Letters & Thoughts on Lent

I am a huge fan of handwritten letters. I like sticking the stamps on the envelope and sending them off to a friend, just as much as I like seeing them in my mailbox.

The art of letter writing has been somewhat lost, if you ask me. Social media and online spaces make it more convenient to text someone or browse their feed to find out what they’re up to. Who writes in cursive anymore? Do people still collect stamps or stationary?

This is embarrassing, but once I realized I was spending hours (hours!!) on my phone everyday, I cut back on my social media intake quite a bit this year. I’ve done lots of spring cleaning — “unliking” a bunch of those facebook pages from way back when, “unfollowing” accounts I don’t know personally or people I don’t know well, and being much picker about who gets to fill my feed.

Coming out of the black cloud that often is facebook and instagram, I feel so much better. My anxiety went down, I felt more relaxed, and my ability to concentrate skyrocketed. I started exercising and reading more.

With a few clicks or finger strokes we can instantly chat with our friends from kindergarten or that one friend we met at summer camp. And while I’m all for staying connected, I believe social media weirdly obligates us to constantly stay in touch with more people than is realistic. Suddenly, friendships appear valid only if there’s a mutual online relationship. This makes me sad. This false sense of obligation weighs heavy on my mind.


Lent is a season where we’re invited to examine our lives and our hearts. It’s a chance to identify the unhealthy distractions and obligations around us and prayerfully let them go. Some things are harder to let go than others, that’s for sure. (FOMO is real!) But it’s not meant to be easy. As we anticipate the death and resurrection of Jesus we have the opportunity to actively (individually + corporately) reorient our passions and priorities to honor the eternal ramifications of the cross.

Maybe you missed the first few weeks of Lent. No worries then, wherever you find yourself, you’re invited to enter this space of reflection. Lent isn’t a six-week program that must be completed start to finish. There’s no trophy or point system. So please, pull up a chair and catch your breath. Let’s slow down and remember the Story together.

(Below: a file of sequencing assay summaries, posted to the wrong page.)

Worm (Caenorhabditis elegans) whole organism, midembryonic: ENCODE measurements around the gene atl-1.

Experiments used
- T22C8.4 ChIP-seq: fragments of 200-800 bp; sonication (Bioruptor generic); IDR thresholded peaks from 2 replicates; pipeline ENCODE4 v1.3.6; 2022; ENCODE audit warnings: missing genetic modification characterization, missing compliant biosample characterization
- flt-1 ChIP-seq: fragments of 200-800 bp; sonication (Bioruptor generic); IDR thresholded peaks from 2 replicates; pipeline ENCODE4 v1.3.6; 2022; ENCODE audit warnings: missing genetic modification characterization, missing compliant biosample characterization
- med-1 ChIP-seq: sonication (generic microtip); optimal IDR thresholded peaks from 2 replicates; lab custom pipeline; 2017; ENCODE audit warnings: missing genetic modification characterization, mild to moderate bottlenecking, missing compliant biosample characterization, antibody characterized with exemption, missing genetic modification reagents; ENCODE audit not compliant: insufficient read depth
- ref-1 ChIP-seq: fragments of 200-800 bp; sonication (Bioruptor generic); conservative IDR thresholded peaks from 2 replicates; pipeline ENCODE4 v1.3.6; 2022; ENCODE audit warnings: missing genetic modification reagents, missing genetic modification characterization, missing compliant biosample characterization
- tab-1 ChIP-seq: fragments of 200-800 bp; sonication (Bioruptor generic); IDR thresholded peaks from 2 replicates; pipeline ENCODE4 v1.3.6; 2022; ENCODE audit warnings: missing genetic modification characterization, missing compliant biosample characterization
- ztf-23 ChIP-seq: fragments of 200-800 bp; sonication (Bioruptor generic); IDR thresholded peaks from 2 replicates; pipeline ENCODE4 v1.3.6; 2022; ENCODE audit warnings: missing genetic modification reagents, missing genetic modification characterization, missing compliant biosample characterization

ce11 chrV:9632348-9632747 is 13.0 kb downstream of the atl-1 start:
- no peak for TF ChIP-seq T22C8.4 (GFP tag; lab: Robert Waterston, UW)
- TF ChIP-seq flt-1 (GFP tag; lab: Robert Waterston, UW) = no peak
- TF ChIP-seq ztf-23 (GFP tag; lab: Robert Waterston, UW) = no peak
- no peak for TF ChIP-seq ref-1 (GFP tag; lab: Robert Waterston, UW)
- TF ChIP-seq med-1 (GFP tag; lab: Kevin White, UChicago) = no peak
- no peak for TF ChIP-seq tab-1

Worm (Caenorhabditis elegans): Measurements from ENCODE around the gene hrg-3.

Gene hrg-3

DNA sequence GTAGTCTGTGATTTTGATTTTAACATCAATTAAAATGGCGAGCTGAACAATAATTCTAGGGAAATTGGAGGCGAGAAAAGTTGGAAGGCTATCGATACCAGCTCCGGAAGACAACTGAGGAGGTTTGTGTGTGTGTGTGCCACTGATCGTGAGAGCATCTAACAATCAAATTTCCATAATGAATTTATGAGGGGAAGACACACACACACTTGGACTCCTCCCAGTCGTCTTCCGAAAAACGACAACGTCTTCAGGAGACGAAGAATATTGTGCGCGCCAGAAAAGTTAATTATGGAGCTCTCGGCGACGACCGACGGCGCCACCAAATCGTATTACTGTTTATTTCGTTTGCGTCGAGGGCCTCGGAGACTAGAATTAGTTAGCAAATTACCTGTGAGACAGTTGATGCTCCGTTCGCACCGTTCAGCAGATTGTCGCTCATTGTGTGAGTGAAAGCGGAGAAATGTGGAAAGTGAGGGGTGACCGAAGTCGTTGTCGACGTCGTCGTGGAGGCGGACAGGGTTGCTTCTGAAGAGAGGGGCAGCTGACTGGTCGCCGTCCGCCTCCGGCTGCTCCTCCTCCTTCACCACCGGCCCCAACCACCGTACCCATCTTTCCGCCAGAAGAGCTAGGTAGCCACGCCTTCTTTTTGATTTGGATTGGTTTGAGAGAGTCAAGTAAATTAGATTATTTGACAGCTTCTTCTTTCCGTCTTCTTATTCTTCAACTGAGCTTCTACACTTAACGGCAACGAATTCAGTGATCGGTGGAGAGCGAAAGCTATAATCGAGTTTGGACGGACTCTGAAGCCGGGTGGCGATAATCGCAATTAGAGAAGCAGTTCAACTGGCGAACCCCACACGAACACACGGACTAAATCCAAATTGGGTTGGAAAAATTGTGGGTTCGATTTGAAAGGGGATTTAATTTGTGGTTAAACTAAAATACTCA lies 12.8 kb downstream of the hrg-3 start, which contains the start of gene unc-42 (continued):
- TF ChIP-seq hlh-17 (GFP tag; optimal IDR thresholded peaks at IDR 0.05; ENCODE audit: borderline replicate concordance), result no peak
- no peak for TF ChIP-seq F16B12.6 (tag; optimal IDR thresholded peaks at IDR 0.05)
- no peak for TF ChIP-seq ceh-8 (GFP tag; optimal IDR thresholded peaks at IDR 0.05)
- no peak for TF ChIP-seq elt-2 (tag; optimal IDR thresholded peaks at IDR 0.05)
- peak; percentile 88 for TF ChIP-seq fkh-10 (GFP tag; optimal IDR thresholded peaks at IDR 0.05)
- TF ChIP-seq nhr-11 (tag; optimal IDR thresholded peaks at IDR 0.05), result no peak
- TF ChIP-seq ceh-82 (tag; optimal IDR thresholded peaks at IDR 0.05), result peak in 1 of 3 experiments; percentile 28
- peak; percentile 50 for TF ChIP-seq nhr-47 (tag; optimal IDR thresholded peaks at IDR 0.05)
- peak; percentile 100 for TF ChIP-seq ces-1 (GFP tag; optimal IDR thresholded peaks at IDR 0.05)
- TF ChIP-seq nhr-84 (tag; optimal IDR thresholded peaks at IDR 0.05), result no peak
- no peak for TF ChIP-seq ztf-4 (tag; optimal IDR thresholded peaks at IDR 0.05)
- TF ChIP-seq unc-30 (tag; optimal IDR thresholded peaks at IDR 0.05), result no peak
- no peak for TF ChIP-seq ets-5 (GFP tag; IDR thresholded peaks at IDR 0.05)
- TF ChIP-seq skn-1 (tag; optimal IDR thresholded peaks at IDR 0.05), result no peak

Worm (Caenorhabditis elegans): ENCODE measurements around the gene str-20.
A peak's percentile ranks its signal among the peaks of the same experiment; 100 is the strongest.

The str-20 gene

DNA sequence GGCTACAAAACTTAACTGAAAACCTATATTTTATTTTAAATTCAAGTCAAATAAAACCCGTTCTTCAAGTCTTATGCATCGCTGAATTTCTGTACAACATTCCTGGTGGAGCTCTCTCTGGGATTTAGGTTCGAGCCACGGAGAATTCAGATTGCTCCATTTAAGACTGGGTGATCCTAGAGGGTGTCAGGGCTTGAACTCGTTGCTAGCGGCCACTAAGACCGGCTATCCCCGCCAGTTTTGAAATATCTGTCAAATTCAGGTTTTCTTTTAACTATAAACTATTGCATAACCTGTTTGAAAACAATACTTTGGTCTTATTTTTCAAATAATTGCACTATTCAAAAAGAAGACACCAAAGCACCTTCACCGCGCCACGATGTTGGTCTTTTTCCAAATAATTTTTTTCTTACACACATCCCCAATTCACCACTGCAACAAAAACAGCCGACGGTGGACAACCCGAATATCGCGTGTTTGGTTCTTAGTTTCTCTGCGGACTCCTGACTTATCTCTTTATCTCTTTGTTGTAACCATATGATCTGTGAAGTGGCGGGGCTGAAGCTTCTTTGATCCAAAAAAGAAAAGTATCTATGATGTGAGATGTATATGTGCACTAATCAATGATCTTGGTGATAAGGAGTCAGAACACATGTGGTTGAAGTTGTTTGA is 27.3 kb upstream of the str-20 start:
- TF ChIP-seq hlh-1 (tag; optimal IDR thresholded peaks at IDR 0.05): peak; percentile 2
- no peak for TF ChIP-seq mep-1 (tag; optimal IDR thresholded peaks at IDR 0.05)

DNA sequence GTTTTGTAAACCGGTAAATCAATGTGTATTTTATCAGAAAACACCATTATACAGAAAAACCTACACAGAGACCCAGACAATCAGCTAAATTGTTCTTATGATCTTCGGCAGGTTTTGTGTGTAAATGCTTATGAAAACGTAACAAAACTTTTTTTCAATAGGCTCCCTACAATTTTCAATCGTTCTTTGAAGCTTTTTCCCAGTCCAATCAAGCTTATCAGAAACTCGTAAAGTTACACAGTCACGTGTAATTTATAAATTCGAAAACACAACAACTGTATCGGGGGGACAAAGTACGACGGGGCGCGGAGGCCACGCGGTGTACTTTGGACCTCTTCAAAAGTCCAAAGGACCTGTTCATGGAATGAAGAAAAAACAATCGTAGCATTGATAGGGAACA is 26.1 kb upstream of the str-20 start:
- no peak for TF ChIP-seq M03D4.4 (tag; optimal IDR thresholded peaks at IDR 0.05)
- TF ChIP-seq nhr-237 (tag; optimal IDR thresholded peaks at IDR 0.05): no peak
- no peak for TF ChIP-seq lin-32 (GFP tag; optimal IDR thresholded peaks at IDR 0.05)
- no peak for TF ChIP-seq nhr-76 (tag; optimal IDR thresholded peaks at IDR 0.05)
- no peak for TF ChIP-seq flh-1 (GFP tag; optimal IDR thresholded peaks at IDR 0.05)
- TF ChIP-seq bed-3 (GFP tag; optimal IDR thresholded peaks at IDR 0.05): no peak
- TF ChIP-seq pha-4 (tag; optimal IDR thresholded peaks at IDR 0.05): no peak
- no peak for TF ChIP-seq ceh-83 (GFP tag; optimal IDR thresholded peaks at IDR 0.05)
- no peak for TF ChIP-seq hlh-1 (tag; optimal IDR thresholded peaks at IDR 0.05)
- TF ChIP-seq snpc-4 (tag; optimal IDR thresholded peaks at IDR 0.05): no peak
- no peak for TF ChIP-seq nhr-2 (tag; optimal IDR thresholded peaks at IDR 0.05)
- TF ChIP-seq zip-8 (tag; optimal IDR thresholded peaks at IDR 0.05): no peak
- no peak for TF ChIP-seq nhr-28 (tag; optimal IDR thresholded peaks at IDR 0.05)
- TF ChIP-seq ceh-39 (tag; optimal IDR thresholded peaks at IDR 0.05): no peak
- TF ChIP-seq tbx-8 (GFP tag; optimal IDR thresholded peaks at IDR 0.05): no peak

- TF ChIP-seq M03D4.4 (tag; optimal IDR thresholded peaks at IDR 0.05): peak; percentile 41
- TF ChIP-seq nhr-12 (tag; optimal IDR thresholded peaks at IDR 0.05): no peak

If you have an online presence, I encourage you to find time to apart from your feeds. You might like it. If you used the time you normally spend scrolling to write a letter, who would you write to?

Building a Home

Aaron and I are in the midst of a “no spend” month. We’re only putting money down for regular bills, gas, and groceries. It sounds straightforward and it is really, except for each time we’d normally eat out or jump to buy something (impulsively) at Target. Turns out those occasions are more common than we thought. Oops?

As much as minimalism is trendy right now, it’s not exactly so dreamy when you’ve been “forced” to live on little. We are thankful for what we have, (which is more than others in the world) but we are also especially human and get distracted fairly easily.

Building a home, life, family, etc. takes time. Decorating or even furnishing on a budget becomes a point of despair if you don’t pace yourself and if your improvisation skills leave something to be desired, maybe your meals do too. Social media adds insult to injury with images or advertisements of people “doing it right” all over the world in beautiful homes with designer-dressed children eating organic mac and cheese.

We might be guilty of staring over the fence and mumbling our complaint-prayers that usually start with “if only”. I should be the first person to confess that my heart and mind are so impressionable when it comes to Instagram feeds and anything 20% off. But the pressure to live the lifestyle of a well established grandparent is backbreaking for a young twenty-something newlywed. Comparison, as we’ve often heard of it, is a joy-stealer.

Maybe you find yourself, like me, easily materialistic and envious of others. It happens. But no matter how put together people (accounts, feeds, etc.) may seem, there are scars and stories you don’t see. Think of what you tell others via your virtual reality versus the ever growing laundry chair/pile, dirty dishes (rarely, of course!), or unfinished books.

There is no real formula for the perfect anything. I don’t believe we ever reach satisfaction on this side of life. We learn to be content (aka thankful) in the present with a hopeful watch over what the future may bring. (1 Tim 6:6-7, Matt 6:33)

Life is very temporary and I don’t want my joy to be misplaced. My marriage will eventually outlast any belonging I own and after that my relationship with the Lord will most certainly outlast my marriage. (2 Cor 4:18)

This month, this season of my life really, has encouraged me to find the real treasures of this life: celebrating the Lord’s provision for both nourishment and shelter as we put groceries away, sleep warmly, and wake up loved. Recognizing this, there is little else I need or want, even though a clean house is a semi-reasonable request, no?

The season of Lent is coming up around the corner and whether or not you observe the church calendar, you may ask yourself where your joy is found. Our sacrifices won’t be the same this year, but I hope that whatever we choose to put aside or resolve to do that we understand that Christ-found hope and joy changes everything.

“Lent comes providentially to reawaken us, to shake us from our lethargy.” – Pope Francis